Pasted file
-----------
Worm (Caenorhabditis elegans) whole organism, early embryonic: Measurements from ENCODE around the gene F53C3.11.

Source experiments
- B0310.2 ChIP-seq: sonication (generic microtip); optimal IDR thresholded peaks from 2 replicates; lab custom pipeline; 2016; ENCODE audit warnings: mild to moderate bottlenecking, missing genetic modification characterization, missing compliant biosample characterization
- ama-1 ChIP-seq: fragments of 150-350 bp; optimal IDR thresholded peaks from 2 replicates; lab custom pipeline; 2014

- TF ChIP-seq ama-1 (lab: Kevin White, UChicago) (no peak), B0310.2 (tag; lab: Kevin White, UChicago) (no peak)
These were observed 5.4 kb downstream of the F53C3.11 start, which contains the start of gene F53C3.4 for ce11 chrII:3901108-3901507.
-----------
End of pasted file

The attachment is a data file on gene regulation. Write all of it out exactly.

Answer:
Worm (Caenorhabditis elegans) whole organism, early embryonic: Measurements from ENCODE around the gene F53C3.11.

Source experiments
- B0310.2 ChIP-seq: sonication (generic microtip); optimal IDR thresholded peaks from 2 replicates; lab custom pipeline; 2016; ENCODE audit warnings: mild to moderate bottlenecking, missing genetic modification characterization, missing compliant biosample characterization
- ama-1 ChIP-seq: fragments of 150-350 bp; optimal IDR thresholded peaks from 2 replicates; lab custom pipeline; 2014

- TF ChIP-seq ama-1 (lab: Kevin White, UChicago) (no peak), B0310.2 (tag; lab: Kevin White, UChicago) (no peak)
These were observed 5.4 kb downstream of the F53C3.11 start, which contains the start of gene F53C3.4 for ce11 chrII:3901108-3901507.